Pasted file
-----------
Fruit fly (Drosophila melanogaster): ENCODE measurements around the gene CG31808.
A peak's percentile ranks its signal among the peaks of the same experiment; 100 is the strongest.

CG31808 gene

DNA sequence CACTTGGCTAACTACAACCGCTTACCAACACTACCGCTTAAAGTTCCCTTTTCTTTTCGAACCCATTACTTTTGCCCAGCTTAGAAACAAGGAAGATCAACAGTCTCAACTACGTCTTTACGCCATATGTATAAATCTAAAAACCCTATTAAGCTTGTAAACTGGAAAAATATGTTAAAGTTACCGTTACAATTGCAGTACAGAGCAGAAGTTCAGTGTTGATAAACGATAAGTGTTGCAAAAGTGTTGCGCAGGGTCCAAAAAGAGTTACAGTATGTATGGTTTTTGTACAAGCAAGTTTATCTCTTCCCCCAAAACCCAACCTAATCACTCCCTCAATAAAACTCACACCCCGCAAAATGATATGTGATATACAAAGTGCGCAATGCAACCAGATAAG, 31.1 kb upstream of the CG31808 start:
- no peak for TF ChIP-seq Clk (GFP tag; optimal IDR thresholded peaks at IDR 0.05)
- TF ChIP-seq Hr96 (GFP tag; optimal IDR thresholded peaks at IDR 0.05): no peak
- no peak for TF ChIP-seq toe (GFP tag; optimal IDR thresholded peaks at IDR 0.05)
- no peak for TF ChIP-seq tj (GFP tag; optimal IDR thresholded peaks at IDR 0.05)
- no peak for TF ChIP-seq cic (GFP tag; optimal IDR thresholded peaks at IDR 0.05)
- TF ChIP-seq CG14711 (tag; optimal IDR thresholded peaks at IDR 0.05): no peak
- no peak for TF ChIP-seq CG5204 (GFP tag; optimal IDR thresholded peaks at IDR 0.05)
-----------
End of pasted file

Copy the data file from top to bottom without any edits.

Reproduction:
Fruit fly (Drosophila melanogaster): ENCODE measurements around the gene CG31808.
A peak's percentile ranks its signal among the peaks of the same experiment; 100 is the strongest.

CG31808 gene

DNA sequence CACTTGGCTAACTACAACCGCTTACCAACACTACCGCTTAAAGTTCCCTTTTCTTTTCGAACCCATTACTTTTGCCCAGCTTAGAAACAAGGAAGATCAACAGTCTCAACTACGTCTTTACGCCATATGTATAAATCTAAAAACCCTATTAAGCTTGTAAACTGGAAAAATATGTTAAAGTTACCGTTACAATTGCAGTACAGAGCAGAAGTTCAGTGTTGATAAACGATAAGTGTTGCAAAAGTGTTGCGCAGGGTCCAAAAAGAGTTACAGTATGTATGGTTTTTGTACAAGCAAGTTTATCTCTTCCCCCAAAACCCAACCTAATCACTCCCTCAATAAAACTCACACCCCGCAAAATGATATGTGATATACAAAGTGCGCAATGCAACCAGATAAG, 31.1 kb upstream of the CG31808 start:
- no peak for TF ChIP-seq Clk (GFP tag; optimal IDR thresholded peaks at IDR 0.05)
- TF ChIP-seq Hr96 (GFP tag; optimal IDR thresholded peaks at IDR 0.05): no peak
- no peak for TF ChIP-seq toe (GFP tag; optimal IDR thresholded peaks at IDR 0.05)
- no peak for TF ChIP-seq tj (GFP tag; optimal IDR thresholded peaks at IDR 0.05)
- no peak for TF ChIP-seq cic (GFP tag; optimal IDR thresholded peaks at IDR 0.05)
- TF ChIP-seq CG14711 (tag; optimal IDR thresholded peaks at IDR 0.05): no peak
- no peak for TF ChIP-seq CG5204 (GFP tag; optimal IDR thresholded peaks at IDR 0.05)